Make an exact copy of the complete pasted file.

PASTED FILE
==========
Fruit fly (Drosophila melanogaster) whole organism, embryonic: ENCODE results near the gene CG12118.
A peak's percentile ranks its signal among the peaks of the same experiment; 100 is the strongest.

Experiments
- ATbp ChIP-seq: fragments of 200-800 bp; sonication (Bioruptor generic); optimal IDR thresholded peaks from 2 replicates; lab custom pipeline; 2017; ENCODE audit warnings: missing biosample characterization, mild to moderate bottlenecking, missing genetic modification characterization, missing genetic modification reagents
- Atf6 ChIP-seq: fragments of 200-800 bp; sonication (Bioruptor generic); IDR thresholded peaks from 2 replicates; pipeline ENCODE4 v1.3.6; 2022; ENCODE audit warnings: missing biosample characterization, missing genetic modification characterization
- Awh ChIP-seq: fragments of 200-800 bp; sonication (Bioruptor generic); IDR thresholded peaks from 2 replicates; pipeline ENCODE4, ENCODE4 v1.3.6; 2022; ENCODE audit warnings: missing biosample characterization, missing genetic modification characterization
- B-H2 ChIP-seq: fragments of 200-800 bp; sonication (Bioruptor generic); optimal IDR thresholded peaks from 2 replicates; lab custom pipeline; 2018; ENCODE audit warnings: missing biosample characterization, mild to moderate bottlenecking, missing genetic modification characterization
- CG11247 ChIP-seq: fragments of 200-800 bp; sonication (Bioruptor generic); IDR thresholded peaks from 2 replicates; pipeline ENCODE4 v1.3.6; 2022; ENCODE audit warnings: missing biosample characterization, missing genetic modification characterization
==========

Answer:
Fruit fly (Drosophila melanogaster) whole organism, embryonic: ENCODE results near the gene CG12118.
A peak's percentile ranks its signal among the peaks of the same experiment; 100 is the strongest.

Experiments
- ATbp ChIP-seq: fragments of 200-800 bp; sonication (Bioruptor generic); optimal IDR thresholded peaks from 2 replicates; lab custom pipeline; 2017; ENCODE audit warnings: missing biosample characterization, mild to moderate bottlenecking, missing genetic modification characterization, missing genetic modification reagents
- Atf6 ChIP-seq: fragments of 200-800 bp; sonication (Bioruptor generic); IDR thresholded peaks from 2 replicates; pipeline ENCODE4 v1.3.6; 2022; ENCODE audit warnings: missing biosample characterization, missing genetic modification characterization
- Awh ChIP-seq: fragments of 200-800 bp; sonication (Bioruptor generic); IDR thresholded peaks from 2 replicates; pipeline ENCODE4, ENCODE4 v1.3.6; 2022; ENCODE audit warnings: missing biosample characterization, missing genetic modification characterization
- B-H2 ChIP-seq: fragments of 200-800 bp; sonication (Bioruptor generic); optimal IDR thresholded peaks from 2 replicates; lab custom pipeline; 2018; ENCODE audit warnings: missing biosample characterization, mild to moderate bottlenecking, missing genetic modification characterization
- CG11247 ChIP-seq: fragments of 200-800 bp; sonication (Bioruptor generic); IDR thresholded peaks from 2 replicates; pipeline ENCODE4 v1.3.6; 2022; ENCODE audit warnings: missing biosample characterization, missing genetic modification characterization